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Commonwealth v. Robinson

April 9, 2009

COMMONWEALTH OF PENNSYLVANIA, APPELLEE
v.
MARVIN JAMINE ROBINSON, APPELLANT



Appeal from the Order of February 21, 2007, in the Court of Common Pleas of Dauphin County, Criminal Division, at No. CP-22-CR-0001420-2001.

The opinion of the court was delivered by: Bowes, J.

BEFORE: STEVENS, MUSMANNO, KLEIN, BENDER, BOWES, GANTMAN, SHOGAN, FREEDBERG, and CLELAND, JJ.

OPINION

¶ 1 The issue presented in this case is whether we should remand for a hearing pursuant to Commonwealth v. Grazier, 713 A.2d 81 (Pa. 1998). We hold that in any case where a defendant seeks self-representation in a PCRA proceeding and where counsel has not properly withdrawn, a hearing must be held. In doing so, we overrule Commonwealth v. Murray, 836 A.2d 956 (Pa.Super. 2003), to the extent that it indicates that such a hearing is unnecessary. We hereby vacate the denial of PCRA relief and remand.

¶ 2 On June 11, 2002, Appellant, Marvin Jamine Robinson, was convicted of first degree murder, conspiracy, and hindering apprehension due to his participation in the May 27, 2000 shooting death of Marjorie Raymonds. On the day in question, Maria Tate and the victim were walking near Shrub Street in Harrisburg. Ms. Tate witnessed Appellant approach in a car with Appellant's co-defendant, Mark Bennett, in the passenger seat holding a gun. Appellant stopped the vehicle and Bennett exited and shot Ms. Raymonds in the head. Bennett then re-entered the car, which Appellant drove away. Appellant later admitted to police that he was driving the automobile that Bennett exited just prior to shooting Ms. Raymonds and that he left the murder scene with Bennett afterwards.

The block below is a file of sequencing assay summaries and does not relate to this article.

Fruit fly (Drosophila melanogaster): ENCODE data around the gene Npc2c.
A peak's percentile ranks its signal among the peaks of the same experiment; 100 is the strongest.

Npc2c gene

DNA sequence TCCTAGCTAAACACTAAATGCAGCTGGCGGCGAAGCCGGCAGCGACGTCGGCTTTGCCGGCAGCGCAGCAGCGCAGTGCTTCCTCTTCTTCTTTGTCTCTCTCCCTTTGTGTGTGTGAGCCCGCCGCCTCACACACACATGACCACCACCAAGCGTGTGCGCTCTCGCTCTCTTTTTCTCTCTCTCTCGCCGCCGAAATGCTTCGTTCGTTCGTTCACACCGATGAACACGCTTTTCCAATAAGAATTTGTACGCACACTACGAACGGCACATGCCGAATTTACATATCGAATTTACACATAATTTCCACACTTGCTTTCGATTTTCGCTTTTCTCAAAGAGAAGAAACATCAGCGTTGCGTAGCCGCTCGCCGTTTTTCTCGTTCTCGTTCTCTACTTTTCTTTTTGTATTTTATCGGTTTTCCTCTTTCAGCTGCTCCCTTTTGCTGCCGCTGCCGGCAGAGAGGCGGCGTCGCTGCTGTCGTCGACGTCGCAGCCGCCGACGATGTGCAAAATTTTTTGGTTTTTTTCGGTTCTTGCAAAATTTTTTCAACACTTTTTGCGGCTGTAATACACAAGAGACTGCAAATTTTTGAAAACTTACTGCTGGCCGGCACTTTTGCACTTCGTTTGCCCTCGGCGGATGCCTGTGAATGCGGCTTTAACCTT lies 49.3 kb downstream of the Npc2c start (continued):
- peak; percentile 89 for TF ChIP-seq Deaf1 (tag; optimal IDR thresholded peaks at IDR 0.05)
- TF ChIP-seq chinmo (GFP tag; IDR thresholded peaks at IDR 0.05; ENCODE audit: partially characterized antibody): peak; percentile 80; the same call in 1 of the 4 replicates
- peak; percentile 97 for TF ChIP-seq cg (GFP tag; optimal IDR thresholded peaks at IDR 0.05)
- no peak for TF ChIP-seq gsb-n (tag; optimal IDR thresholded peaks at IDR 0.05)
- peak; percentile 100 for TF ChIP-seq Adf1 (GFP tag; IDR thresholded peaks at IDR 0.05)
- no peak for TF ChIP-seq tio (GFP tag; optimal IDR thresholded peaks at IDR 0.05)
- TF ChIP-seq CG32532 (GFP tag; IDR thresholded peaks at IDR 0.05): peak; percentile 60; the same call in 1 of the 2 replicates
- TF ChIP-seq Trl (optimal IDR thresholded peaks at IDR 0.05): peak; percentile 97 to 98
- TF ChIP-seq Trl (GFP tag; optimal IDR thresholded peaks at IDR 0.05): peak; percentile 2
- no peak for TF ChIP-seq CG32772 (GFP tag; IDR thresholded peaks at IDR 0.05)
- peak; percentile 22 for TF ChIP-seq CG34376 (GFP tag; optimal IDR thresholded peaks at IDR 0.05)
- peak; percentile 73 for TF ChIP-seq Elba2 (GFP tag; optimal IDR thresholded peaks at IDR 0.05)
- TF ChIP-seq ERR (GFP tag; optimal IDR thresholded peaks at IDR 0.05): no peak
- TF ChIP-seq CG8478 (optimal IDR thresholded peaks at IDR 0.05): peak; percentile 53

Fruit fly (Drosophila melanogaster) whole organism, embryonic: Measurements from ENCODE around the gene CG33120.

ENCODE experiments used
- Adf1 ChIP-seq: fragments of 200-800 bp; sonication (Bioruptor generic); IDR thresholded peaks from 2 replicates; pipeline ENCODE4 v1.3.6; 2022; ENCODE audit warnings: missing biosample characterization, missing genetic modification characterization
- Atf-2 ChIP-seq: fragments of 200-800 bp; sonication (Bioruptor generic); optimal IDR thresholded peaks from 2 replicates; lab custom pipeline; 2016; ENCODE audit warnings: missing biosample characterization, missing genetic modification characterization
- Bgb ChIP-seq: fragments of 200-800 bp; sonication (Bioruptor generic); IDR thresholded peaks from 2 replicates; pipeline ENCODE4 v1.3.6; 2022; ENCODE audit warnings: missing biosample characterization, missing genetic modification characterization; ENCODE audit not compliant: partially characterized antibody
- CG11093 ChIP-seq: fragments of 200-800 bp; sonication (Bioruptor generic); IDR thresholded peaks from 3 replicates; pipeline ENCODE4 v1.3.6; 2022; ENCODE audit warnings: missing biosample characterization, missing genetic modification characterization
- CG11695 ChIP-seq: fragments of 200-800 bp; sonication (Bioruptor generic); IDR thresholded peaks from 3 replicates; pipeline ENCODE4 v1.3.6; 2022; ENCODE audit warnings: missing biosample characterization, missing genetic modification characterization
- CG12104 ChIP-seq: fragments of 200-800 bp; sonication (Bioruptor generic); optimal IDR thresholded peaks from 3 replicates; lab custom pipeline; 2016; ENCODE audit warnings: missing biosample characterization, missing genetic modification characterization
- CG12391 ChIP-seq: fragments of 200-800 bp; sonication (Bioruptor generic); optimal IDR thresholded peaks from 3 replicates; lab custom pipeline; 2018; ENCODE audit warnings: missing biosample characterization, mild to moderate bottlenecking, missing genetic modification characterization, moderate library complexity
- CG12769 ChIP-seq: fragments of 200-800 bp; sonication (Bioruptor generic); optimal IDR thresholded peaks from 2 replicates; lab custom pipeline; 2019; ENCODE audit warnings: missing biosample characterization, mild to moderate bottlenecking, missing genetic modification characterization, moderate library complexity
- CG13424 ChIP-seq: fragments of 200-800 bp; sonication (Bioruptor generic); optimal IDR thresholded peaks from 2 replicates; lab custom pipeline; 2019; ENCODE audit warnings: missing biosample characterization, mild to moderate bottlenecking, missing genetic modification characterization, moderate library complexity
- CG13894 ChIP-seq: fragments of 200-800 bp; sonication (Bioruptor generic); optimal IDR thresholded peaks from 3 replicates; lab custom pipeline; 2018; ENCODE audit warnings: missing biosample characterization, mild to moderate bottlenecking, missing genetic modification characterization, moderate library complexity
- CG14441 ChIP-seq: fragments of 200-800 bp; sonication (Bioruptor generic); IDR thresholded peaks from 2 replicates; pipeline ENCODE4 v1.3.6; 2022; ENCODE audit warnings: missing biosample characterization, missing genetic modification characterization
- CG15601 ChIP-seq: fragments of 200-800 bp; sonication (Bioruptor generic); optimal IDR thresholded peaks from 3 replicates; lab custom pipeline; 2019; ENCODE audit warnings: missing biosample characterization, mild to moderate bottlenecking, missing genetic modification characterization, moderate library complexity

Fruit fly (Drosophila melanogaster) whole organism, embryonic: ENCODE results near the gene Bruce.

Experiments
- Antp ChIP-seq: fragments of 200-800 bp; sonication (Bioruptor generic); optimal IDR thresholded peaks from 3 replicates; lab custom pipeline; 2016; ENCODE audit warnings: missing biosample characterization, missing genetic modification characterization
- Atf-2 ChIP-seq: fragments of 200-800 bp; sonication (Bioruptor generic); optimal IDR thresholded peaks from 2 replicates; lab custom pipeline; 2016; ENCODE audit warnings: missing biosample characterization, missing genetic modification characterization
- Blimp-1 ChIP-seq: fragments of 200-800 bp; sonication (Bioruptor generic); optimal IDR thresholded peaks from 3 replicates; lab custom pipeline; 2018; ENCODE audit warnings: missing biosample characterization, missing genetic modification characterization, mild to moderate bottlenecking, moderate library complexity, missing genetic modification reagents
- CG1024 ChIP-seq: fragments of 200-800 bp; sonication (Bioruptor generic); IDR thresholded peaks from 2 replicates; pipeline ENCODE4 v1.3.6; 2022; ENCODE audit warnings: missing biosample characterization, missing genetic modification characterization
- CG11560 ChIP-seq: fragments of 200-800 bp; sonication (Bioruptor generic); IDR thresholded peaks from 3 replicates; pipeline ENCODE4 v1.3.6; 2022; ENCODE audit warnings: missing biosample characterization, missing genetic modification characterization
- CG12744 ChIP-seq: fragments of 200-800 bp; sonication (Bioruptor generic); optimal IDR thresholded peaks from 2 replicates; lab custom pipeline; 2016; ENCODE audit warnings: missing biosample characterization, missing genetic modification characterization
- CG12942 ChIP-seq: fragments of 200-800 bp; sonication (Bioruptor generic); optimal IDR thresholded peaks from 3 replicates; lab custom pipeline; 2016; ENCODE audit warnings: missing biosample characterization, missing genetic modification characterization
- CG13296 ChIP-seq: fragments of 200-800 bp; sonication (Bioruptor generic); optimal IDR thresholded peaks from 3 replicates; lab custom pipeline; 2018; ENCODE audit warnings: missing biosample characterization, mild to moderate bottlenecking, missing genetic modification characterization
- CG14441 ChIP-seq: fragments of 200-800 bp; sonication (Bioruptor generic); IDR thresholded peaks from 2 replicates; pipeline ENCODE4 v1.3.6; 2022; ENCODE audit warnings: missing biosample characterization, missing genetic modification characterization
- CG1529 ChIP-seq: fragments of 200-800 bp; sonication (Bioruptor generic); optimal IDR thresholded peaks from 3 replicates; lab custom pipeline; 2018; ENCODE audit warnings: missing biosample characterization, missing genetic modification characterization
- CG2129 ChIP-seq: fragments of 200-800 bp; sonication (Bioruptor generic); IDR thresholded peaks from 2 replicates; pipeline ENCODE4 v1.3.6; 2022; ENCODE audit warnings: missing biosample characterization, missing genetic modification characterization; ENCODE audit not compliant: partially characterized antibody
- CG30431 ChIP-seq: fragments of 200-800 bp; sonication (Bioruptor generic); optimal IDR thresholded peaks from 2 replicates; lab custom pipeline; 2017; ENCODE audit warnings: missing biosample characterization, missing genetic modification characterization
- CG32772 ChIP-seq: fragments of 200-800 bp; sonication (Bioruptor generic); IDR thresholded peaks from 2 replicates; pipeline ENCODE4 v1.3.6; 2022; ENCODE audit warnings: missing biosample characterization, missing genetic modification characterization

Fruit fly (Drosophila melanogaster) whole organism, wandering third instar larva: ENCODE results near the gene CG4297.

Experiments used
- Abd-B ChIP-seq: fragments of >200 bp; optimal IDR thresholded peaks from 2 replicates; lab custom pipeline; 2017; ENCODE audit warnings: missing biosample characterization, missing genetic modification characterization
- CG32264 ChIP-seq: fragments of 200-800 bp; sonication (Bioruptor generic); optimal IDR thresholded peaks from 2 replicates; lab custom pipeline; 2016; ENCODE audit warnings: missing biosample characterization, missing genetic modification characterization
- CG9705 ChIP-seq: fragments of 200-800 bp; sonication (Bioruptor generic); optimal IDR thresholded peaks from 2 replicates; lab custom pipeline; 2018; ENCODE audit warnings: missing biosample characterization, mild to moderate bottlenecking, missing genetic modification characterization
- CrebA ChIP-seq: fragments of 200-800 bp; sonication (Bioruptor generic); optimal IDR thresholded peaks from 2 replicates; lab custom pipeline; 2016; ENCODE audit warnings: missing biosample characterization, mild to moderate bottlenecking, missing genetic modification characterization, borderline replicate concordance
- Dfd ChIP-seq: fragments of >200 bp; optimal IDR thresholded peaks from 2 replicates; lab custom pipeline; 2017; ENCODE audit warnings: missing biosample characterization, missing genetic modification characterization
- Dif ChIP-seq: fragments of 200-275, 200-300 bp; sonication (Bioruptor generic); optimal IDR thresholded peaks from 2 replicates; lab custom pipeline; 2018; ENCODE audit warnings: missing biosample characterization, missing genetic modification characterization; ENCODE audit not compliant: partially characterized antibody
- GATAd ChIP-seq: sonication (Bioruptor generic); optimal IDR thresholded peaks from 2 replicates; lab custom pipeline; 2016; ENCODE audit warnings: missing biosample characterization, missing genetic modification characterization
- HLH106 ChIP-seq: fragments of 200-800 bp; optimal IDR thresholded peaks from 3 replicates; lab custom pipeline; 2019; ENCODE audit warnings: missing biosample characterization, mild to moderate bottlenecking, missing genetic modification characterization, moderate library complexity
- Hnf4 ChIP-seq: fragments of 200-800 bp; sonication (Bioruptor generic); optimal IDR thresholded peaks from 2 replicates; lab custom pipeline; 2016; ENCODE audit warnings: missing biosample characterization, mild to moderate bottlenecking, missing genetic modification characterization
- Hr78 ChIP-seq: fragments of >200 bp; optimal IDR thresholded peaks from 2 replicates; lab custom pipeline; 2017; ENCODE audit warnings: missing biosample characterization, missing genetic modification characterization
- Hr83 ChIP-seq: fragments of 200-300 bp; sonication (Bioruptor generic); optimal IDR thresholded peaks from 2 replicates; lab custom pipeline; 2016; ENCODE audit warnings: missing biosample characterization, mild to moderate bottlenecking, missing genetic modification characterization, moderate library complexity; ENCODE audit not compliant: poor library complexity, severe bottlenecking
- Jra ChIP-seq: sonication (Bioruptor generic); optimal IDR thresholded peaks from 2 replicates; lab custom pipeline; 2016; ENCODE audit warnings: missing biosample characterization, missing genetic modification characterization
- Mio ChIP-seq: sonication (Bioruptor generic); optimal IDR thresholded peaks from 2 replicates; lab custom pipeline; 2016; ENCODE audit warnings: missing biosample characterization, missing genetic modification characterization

¶ 3 The Commonwealth also presented evidence that Appellant and Bennett had been close friends for a significant period and that both men dealt drugs. Ms. Tate testified that earlier on the day of the shooting, she had been in a bar with Ms. Raymonds. Bennett gave Ms. Raymonds a quantity of drugs without requiring immediate payment in exchange. At that time, Bennett tapped his gun on the bar, which was a signal that he would shoot the victim if she failed to pay for them.

¶ 4 On August 29, 2002, Appellant was sentenced to life imprisonment. We affirmed the judgment of sentence on August 11, 2003. Commonwealth v. Robinson, 833 A.2d 1149 (Pa.Super. 2003) (unpublished memorandum). Appellant filed a timely PCRA petition, counsel was appointed, and counsel filed a supplemental petition. On February 21, 2007, following a hearing, the PCRA court denied the PCRA petition. Appellant then filed this timely pro se appeal. On March 19, 2007, four days after he filed this appeal, Appellant filed a petition in the trial court expressing a desire to proceed pro se and asking that his waiver colloquy be conducted by video conference in order to expedite the matter. That same day, the trial court entered an order permitting counsel to withdraw and Appellant to represent himself. PCRA counsel never sought permission to withdraw, and the dictates of Commonwealth v. Turner, 518 Pa. 491, 544 A.2d 927 (1988), and Commonwealth v. Finley, 550 A.2d 213 (Pa.Super. 1988) (en banc), were not followed before the PCRA court relieved counsel of his responsibility to represent Appellant. A colloquy was never conducted to ascertain that Appellant was making a knowing, voluntary, and intelligent decision to waive counsel.